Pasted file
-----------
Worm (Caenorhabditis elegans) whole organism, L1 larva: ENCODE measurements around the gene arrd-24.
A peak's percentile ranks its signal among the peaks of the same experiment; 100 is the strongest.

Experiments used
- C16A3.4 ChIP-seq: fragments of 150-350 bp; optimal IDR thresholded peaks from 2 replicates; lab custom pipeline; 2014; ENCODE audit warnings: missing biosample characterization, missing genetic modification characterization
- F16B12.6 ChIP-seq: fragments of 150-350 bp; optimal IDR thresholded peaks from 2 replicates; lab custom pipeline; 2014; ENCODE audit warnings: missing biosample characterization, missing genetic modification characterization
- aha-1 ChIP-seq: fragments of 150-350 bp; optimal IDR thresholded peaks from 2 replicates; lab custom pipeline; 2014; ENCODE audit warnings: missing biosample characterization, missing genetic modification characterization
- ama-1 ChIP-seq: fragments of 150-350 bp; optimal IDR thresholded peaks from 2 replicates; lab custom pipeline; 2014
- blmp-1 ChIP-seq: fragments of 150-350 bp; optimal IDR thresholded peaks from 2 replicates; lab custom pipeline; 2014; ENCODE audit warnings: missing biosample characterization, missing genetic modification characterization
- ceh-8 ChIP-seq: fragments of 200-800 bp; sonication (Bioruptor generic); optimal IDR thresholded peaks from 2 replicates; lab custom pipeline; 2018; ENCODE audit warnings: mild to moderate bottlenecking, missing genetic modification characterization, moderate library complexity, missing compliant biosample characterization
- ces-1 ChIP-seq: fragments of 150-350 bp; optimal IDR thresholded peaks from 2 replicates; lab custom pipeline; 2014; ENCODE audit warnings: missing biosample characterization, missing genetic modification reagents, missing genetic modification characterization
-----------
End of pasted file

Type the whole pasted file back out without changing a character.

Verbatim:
Worm (Caenorhabditis elegans) whole organism, L1 larva: ENCODE measurements around the gene arrd-24.
A peak's percentile ranks its signal among the peaks of the same experiment; 100 is the strongest.

Experiments used
- C16A3.4 ChIP-seq: fragments of 150-350 bp; optimal IDR thresholded peaks from 2 replicates; lab custom pipeline; 2014; ENCODE audit warnings: missing biosample characterization, missing genetic modification characterization
- F16B12.6 ChIP-seq: fragments of 150-350 bp; optimal IDR thresholded peaks from 2 replicates; lab custom pipeline; 2014; ENCODE audit warnings: missing biosample characterization, missing genetic modification characterization
- aha-1 ChIP-seq: fragments of 150-350 bp; optimal IDR thresholded peaks from 2 replicates; lab custom pipeline; 2014; ENCODE audit warnings: missing biosample characterization, missing genetic modification characterization
- ama-1 ChIP-seq: fragments of 150-350 bp; optimal IDR thresholded peaks from 2 replicates; lab custom pipeline; 2014
- blmp-1 ChIP-seq: fragments of 150-350 bp; optimal IDR thresholded peaks from 2 replicates; lab custom pipeline; 2014; ENCODE audit warnings: missing biosample characterization, missing genetic modification characterization
- ceh-8 ChIP-seq: fragments of 200-800 bp; sonication (Bioruptor generic); optimal IDR thresholded peaks from 2 replicates; lab custom pipeline; 2018; ENCODE audit warnings: mild to moderate bottlenecking, missing genetic modification characterization, moderate library complexity, missing compliant biosample characterization
- ces-1 ChIP-seq: fragments of 150-350 bp; optimal IDR thresholded peaks from 2 replicates; lab custom pipeline; 2014; ENCODE audit warnings: missing biosample characterization, missing genetic modification reagents, missing genetic modification characterization